For Saturday, June 19, 2010
POSTED: 1:30 a.m. HST, Jun 19, 2010
Last September, The Honolulu Advertiser published my letter to the editor about beach cleanup. At that time I thought that perhaps quantifying and qualifying the trash that I was collecting every Sunday would help more people understand the problem that we have in our beaches.
Within fifteen collections the size of a supermarket bag, I collected more than 95 pounds of trash. My students counted 2,200 medium and big pieces of plastic, more than 150 pieces of rope and more than 100 pieces of rubber. Among the identifiable items collected were toothbrushes, light sticks, pipes, lighters, bottle caps, clothing, wax, combs, slippers, buoys, pens, fishing hooks, tennis balls, bottles, cans and beach toys.
If one person can take away all this garbage from our beautiful beaches working for less than one hour a week, imagine what we can accomplish with more volunteers!
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I once heard a funny line by a middle-school kid to his parents that went like this: "Stay out of my life! But first, could you give me a ride to the mall?"
Unfortunately, that same twisted logic applies to much of the rhetoric about the proper role of federal government.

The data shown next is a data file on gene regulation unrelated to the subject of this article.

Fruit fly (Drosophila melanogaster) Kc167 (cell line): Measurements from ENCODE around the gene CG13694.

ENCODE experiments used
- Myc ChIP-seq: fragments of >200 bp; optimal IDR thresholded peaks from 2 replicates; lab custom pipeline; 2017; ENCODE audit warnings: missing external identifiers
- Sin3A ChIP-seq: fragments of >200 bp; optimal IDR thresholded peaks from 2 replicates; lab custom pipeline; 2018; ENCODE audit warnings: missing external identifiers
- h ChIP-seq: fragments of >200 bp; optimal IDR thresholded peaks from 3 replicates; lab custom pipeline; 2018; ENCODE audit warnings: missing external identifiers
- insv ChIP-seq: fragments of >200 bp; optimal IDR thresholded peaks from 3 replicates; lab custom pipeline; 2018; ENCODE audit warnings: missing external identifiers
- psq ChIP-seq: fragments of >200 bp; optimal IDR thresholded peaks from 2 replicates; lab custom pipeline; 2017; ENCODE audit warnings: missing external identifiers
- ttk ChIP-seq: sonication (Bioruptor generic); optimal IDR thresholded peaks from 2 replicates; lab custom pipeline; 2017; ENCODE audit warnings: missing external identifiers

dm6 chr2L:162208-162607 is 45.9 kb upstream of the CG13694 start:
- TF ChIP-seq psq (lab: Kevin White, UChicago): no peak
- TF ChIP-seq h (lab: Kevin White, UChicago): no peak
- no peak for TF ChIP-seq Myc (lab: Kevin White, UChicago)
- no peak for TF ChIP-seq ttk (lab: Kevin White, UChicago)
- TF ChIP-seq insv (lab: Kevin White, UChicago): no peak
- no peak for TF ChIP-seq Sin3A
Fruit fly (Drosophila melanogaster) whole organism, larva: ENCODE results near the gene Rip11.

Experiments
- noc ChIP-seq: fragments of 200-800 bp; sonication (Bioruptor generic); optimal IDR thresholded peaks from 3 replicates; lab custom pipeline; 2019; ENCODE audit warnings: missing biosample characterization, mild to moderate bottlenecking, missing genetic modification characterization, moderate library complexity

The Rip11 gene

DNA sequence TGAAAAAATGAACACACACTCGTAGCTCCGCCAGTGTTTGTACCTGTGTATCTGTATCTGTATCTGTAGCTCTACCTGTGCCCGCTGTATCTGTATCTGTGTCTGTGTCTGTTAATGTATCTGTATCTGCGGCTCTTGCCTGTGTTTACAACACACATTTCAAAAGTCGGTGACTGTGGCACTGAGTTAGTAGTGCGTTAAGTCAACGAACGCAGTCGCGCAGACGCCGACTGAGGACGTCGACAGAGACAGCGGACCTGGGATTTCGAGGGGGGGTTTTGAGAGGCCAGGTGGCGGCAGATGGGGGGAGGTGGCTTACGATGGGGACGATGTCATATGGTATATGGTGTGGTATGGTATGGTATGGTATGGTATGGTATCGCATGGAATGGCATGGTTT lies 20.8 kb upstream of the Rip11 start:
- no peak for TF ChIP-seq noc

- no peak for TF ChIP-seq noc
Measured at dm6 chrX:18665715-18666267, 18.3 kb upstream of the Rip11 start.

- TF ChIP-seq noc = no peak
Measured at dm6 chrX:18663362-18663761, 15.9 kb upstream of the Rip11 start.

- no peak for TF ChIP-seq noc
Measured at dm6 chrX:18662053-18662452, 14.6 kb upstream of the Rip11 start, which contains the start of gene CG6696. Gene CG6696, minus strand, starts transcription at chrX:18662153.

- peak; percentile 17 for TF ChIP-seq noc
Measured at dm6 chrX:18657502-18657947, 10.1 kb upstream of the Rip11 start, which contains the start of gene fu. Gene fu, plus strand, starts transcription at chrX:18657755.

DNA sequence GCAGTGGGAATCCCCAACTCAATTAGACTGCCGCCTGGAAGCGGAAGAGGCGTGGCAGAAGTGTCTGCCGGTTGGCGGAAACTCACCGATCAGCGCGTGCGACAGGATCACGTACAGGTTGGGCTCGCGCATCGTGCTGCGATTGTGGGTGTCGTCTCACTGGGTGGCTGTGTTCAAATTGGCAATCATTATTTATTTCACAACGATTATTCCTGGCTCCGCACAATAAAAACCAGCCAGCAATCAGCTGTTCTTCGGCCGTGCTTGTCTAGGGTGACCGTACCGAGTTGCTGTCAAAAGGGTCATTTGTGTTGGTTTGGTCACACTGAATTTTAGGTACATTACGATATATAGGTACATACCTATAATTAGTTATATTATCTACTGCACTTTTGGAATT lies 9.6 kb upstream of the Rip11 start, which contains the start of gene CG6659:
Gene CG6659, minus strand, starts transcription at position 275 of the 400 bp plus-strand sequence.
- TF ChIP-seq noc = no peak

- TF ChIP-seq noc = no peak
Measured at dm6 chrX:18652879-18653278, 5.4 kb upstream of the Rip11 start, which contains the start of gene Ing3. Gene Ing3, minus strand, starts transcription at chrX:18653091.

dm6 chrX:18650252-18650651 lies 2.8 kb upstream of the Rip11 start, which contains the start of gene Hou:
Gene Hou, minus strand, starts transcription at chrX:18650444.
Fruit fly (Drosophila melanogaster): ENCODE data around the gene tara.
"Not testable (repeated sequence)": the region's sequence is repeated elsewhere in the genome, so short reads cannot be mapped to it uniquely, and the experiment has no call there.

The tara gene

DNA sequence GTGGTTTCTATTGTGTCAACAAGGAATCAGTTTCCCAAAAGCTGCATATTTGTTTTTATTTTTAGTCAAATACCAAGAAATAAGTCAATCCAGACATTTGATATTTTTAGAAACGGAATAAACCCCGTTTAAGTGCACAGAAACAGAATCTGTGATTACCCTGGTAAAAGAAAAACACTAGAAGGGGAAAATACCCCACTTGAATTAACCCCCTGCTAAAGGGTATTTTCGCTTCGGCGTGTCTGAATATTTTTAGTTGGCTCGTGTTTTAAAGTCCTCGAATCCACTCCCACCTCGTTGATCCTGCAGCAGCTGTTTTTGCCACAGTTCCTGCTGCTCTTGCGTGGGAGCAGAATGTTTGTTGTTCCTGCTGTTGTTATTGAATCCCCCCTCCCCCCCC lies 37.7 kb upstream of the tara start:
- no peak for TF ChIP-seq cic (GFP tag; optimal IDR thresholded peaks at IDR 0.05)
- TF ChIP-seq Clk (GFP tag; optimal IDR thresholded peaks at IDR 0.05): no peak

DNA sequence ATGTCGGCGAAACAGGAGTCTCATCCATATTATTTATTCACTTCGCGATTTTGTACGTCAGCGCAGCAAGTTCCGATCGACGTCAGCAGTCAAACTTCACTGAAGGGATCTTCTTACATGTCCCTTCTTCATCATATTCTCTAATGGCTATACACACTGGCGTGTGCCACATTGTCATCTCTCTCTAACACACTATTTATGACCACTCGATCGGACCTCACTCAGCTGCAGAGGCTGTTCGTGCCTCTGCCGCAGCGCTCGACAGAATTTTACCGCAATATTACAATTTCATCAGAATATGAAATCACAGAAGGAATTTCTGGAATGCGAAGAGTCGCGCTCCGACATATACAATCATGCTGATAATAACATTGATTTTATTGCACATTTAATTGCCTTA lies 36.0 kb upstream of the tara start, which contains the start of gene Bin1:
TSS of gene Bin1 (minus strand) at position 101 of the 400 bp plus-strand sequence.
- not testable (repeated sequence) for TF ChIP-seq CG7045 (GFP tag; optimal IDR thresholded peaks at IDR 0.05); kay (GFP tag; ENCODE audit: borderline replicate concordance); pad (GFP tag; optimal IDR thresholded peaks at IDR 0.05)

Opponents of the Obama administration routinely accuse it of vastly overreaching on health care, financial reform, consumer protection, etc. Yet, these are precisely the issues that need government attention because the status quo approach hasn't worked.
Much of the nation has a middle-schooler mindset about what we want our federal government to do.
I'm just waiting for some opportunist to tell the president, "Get out of my Gulf! But first, could you plug that leak?"
The state Department of Land and Natural Resources did a great job in moderating and promoting a reasonable solution for recreational use between swimmers and paddleboarders at Ala Moana Beach.
I am in the water every day and see the usage. Sometimes there are paddleboarders outside of the markers as well as swimmers in the paddle lane. What I have definitely seen are people on both fronts exercising tolerance and understanding so everyone can enjoy the water.
I'm asking Gov. Linda Lingle to support Kupuna Care by signing Senate Bill 2469 and releasing the money.
I am 90 years old and live alone in the home my late husband and I built in 1950. I need special help, like qualifying for Meals on Wheels and a little home care assistance. Her releasing the funds will help seniors like me live in my own home with all my familiar surroundings and good neighbors a little longer and happier, until I can no longer live alone.
This is in response to the criticism from John Jaeger ("Djou mailout is hypocritical," Letters, June 17) about Congressman Charles Djou's mailing to constituents.
For simplicity, I overlook his "spurious" and "right-wing" terms and offer a simplified explanation: It is what politicians need to do in a state prominently blue.
Jaeger is smart to, in his own words, "not hold my breath" until Djou rescinds franking privileges (free postage) and pays the cost. That kind of leadership should be shown first by our true-blue senior senators.